Livedoor CEO, other top execs arrested

A Japanese Net empire is verging on collapse after its founder and others are arrested on charges of securities fraud.

2 min read
A Japanese Internet empire is on the verge of collapse after its founder and other top executives were arrested on charges of securities fraud.

Japanese prosecutors on Monday night arrested Takafumi Horie, the founder and CEO of the Internet portal Livedoor and other Net-related businesses, and three other top executives on charges of securities violations.

A week ago, the company was raided by the Tokyo district prosecutor's office over suspicion that it had spread false information about its stock.

Media reports in Japan said the company was accused of issuing a false press release to drive up the share price of a marketing subsidiary. Since then, top executives have been investigated for allegedly illegally beefing up the company's earnings through dubious mergers and acquisitions and through related manipulations.

The news of the raid prompted an avalanche of sell orders for shares of Livedoor and its subsidiaries, once the darlings of Japan's independent investors. The sell-off nearly brought down the trading systems of the Tokyo Stock Exchange last week. The market value of Livedoor and its subsidiaries was more than $6 billion just before the raid but quickly fell to nearly one-third of that value.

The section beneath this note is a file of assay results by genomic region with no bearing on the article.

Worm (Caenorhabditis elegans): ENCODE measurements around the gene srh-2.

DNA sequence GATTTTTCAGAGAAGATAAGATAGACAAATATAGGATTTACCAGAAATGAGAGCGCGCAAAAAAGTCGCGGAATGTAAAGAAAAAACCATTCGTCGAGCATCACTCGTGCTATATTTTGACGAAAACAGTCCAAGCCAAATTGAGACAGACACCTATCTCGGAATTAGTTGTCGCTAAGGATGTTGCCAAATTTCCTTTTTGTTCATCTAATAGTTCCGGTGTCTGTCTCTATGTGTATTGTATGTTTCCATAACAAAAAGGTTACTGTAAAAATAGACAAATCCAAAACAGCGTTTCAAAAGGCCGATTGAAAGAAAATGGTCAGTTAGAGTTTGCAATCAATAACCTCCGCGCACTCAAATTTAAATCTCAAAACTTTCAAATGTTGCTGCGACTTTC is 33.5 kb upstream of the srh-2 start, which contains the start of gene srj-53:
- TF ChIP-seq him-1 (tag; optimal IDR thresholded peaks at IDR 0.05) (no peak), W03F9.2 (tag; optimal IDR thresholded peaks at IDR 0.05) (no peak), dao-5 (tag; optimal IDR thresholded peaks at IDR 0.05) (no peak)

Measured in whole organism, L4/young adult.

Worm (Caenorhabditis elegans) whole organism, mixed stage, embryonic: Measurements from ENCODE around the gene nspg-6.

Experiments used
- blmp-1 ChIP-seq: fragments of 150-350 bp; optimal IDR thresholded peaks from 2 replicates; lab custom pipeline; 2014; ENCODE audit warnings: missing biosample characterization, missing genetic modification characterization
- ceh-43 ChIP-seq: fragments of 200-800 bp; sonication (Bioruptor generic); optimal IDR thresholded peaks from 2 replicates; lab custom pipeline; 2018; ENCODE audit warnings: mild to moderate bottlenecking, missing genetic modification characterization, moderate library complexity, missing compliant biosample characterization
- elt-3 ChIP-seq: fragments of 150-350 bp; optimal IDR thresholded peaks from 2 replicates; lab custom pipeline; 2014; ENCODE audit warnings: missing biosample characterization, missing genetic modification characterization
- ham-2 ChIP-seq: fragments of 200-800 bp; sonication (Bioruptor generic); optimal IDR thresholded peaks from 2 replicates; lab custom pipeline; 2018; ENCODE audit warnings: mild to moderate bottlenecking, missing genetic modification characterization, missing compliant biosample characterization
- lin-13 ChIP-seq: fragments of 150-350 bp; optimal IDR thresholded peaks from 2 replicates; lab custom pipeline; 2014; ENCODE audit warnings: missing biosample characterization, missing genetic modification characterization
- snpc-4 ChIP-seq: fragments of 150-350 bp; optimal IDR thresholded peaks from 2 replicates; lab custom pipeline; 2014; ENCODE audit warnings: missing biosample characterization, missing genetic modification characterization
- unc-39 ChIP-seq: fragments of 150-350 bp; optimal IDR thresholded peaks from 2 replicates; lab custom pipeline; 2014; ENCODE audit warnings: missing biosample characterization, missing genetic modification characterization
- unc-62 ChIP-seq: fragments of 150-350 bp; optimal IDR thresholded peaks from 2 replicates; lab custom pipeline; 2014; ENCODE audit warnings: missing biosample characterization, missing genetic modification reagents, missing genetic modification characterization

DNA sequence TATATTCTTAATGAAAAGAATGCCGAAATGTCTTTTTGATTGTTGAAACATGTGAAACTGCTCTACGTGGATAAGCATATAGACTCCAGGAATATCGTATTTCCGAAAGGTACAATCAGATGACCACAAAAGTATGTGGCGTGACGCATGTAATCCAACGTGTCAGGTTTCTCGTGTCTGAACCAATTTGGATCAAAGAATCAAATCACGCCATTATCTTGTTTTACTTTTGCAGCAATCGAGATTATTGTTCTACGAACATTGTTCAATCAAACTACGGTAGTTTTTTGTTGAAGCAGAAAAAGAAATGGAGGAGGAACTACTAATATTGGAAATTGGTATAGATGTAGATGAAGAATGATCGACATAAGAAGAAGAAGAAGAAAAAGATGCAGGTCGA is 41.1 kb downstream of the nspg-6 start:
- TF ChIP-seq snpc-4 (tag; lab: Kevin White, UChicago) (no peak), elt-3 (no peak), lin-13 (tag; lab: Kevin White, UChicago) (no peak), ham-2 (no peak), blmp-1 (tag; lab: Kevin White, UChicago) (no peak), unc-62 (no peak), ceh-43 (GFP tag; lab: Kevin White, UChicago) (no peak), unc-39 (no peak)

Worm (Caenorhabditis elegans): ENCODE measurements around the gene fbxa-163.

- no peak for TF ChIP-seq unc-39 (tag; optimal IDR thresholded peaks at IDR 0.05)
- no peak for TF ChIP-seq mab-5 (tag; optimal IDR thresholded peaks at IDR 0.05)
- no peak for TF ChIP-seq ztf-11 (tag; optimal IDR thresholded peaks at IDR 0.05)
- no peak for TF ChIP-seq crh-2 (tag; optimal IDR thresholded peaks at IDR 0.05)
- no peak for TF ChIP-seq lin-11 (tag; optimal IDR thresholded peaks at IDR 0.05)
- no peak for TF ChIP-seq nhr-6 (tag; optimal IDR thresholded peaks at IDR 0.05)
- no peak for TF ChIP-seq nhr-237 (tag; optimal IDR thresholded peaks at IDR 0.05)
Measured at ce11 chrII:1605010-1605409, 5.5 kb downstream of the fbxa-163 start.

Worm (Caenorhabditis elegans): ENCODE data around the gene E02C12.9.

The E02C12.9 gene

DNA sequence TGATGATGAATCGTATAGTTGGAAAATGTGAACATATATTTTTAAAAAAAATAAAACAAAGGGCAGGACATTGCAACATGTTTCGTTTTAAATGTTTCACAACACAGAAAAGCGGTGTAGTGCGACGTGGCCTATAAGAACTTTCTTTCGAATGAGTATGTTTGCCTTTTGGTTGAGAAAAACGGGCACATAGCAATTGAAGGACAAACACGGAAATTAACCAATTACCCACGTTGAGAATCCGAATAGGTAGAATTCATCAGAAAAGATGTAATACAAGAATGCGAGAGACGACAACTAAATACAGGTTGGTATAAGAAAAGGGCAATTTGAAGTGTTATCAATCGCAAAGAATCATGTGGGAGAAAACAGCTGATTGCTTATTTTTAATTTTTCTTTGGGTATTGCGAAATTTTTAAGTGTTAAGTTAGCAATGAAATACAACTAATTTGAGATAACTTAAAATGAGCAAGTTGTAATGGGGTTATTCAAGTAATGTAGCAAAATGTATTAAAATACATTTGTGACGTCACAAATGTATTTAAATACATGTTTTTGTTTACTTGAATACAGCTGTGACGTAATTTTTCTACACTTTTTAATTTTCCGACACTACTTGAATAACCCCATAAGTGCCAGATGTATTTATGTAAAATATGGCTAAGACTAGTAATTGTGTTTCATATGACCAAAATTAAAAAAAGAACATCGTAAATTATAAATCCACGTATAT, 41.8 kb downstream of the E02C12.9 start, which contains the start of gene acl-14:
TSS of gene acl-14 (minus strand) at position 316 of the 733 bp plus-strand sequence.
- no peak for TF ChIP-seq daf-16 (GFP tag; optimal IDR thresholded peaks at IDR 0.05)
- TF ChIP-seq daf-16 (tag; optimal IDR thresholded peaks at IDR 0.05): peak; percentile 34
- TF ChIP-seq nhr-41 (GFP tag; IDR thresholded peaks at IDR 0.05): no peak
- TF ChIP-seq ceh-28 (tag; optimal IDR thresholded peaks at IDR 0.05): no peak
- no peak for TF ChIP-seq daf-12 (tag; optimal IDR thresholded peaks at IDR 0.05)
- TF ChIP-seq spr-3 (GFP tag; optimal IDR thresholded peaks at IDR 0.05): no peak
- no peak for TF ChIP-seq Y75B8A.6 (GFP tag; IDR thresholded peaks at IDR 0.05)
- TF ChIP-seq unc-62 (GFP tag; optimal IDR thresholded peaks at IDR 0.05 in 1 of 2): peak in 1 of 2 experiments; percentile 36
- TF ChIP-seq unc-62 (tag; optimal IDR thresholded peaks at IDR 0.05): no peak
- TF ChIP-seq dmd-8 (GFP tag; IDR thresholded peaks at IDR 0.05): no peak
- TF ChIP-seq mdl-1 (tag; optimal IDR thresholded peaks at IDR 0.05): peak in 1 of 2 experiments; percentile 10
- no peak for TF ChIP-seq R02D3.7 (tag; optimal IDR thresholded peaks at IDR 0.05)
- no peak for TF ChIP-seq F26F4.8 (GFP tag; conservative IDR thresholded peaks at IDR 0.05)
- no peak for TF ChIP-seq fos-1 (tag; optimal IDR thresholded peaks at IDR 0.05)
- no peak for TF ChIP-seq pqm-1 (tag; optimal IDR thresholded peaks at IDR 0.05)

Horie, a defiant thirty-something, started his company when he was at the prestigious University of Tokyo. He quickly became a household name two years ago after his failed hostile-takeover bid for a professional baseball team. Like Donald Trump, he often appeared on TV shows to promote himself and his interests, and he expanded his business by buying up companies in the style of Barry Diller.

Last year, Horie boldly attempted a takeover of Nippon Broadcasting Company, the parent company of Fuji-Television, one of the top-rated TV networks, which is more than 10 times bigger than Livedoor in terms of revenue. Horie's tactic--a controversial one that exploited a loophole in Japanese stock regulations--forced authorities to revamp related laws. But Horie's company eventually did succeed in acquiring a majority stake in Nippon Broadcasting and managed to forge a partnership with Fuji-Television.

Horie's abrasive style and his wealth--he lives in a condo in the posh Roppongi district and drives a Ferrari--made him a media darling. He is enormously popular among young people, who tend to view him as hero who resists what is sometimes described as a suffocating social environment in Japan.

Even though his words and behavior irked some in the establishment, Horie's celebrity has taken him far, and even the ruling Liberal Democratic Party nearly endorsed him as its formal candidate in the national election held last summer.

Takashi Betsui of CNET Japan reported from Tokyo.